Like most people now I actually can’t handwrite. Even a note for the milkman gives me cramp in the wrist. Oddly where I DO write by hand (because I’m somewhere without power and my battery life is short) then I tend to make fewer revisions later. It’s as if the physical effort of handwriting means I choose words with more care.
How important is research to you?
Until recently I would have said I hate research. Would have said research is like being held up in a traffic jam when you’re in a tearing hurry. But I think I might try something historical next and I’ll need to do research properly. With Stronger Than Skin I did spend several afternoons in the British Library revisiting guidebooks to 1990 Cambridge and found it was good fun. I read widely (I get The Economist and the New Scientist – because they are areas where I feel I don’t know enough and I read historical writing for pleasure and can spend weeks meandering through Wikipedia so I pick things up jackdaw style). I did love reading Chat, Bella, Pick It Up etc for Life! Death! Prizes! (though that never felt like ‘research’. I love those real life magazines and am left with the habit of reading them to this day) But generally I rely on an alchemy of experience, imagination and observation to find the fuel for my stories.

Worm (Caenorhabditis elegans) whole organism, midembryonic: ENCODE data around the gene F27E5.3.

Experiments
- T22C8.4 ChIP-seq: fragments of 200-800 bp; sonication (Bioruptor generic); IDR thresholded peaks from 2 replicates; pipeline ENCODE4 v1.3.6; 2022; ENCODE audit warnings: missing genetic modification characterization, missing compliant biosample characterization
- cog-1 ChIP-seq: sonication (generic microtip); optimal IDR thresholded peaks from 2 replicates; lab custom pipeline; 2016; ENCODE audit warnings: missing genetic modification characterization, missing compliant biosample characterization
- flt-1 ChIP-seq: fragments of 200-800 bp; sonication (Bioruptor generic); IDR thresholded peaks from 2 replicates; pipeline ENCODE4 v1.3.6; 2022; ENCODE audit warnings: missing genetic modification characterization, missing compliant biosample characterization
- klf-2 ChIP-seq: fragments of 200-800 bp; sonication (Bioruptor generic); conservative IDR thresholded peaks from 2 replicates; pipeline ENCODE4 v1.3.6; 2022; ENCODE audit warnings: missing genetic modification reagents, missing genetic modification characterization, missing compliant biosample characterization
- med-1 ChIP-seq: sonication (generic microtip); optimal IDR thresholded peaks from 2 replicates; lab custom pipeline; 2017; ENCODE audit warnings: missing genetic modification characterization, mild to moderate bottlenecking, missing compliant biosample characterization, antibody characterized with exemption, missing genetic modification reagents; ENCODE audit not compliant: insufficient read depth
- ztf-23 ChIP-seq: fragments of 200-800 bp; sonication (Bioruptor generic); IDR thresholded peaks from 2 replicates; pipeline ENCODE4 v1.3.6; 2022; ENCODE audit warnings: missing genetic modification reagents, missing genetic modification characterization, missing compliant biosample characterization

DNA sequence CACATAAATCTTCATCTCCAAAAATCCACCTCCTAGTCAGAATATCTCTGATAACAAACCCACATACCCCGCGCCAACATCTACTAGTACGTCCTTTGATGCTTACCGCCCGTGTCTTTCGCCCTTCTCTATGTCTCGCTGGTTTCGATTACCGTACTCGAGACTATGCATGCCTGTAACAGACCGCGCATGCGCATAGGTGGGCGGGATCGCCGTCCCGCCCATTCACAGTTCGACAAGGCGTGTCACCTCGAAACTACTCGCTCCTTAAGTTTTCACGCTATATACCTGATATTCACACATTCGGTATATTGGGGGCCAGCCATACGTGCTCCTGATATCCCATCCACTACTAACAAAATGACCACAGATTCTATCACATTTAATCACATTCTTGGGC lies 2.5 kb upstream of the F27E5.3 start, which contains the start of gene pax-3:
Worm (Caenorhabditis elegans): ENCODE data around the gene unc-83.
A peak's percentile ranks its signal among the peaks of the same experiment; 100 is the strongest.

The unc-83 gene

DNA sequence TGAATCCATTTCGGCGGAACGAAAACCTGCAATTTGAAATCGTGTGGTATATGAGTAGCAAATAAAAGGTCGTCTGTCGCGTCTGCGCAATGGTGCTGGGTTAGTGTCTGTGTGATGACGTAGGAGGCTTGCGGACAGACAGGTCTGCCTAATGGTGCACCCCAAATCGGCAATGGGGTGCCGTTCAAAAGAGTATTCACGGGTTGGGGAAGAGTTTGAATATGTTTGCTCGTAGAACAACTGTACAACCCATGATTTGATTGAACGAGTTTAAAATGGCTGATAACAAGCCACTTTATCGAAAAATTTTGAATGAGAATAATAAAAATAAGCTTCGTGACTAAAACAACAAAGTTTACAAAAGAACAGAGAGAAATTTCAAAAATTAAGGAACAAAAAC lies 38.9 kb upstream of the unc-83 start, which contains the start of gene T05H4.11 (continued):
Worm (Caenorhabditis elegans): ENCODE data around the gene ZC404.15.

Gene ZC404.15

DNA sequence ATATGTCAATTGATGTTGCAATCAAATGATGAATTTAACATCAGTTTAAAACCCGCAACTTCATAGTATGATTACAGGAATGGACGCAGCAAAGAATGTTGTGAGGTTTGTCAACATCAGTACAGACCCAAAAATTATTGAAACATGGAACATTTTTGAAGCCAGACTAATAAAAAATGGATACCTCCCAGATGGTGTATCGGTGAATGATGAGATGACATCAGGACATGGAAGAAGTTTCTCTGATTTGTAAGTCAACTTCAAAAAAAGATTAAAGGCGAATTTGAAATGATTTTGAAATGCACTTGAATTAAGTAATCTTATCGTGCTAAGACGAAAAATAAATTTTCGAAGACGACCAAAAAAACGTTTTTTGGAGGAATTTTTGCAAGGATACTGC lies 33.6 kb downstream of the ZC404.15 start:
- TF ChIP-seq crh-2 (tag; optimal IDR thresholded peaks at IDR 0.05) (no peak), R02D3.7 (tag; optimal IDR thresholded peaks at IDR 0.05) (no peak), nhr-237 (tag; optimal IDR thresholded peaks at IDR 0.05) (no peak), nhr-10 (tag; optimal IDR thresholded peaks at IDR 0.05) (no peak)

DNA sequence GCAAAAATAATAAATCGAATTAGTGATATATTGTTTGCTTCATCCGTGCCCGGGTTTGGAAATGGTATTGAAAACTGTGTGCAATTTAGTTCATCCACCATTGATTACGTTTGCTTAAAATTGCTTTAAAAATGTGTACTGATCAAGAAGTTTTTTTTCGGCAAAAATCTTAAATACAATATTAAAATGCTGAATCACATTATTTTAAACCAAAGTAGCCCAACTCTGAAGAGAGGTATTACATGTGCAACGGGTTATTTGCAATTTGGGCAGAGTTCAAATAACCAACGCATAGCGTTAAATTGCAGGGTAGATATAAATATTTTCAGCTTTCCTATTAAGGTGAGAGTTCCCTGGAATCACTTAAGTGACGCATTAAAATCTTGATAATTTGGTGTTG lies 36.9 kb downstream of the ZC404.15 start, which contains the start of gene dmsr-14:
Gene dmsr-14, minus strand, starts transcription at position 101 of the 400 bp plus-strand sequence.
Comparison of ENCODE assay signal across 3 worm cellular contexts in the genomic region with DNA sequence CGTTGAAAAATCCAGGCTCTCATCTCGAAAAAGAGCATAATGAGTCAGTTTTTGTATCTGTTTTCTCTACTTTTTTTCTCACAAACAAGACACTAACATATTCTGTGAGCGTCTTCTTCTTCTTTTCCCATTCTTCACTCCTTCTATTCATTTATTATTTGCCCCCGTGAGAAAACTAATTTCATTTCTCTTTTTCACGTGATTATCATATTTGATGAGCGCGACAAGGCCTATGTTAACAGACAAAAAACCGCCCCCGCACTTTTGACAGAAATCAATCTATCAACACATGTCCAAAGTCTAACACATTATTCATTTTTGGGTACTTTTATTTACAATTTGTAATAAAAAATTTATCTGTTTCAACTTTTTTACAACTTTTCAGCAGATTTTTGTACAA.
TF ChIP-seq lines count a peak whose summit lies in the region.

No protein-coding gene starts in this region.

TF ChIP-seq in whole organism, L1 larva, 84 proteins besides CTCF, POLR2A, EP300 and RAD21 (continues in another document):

How do you go about researching?
I’ve generally written contemporary set novels involving people whose lives are familiar to me. But I do pay attention to the little things that other people might miss. Most good writing is about looking very hard at things. But I like finding stories and unusual facts from magazines and newspapers. And, like I say, I’m a wanderer through the darker, less well trod paths of Wikipedia. And I love libraries too. I love the accidental collisions that happen in the stacks. Times when you look for one book and find it’s next to another, even more interesting, even more useful text.
How do you store everything; ideas, research, images that catch your eye?
I have a notebook on the go but I do also trust the process. If I’ve forgotten something then it wasn’t good enough to find a way into the book. I’m guided by my unconscious quite a lot. If you keep showing up for work, then your unconscious will lead you to the stuff that can help.
Tell us how that first draft takes shape?
Very painfully, very messily, with many false starts and blind alleys. I’m like a frantic blind man trying to out-run demons. There’s a fair degree of panic.
Are there any rituals you have to do or items you must have with you while writing that draft?
I rely on a near endless supply of caffeine and toast.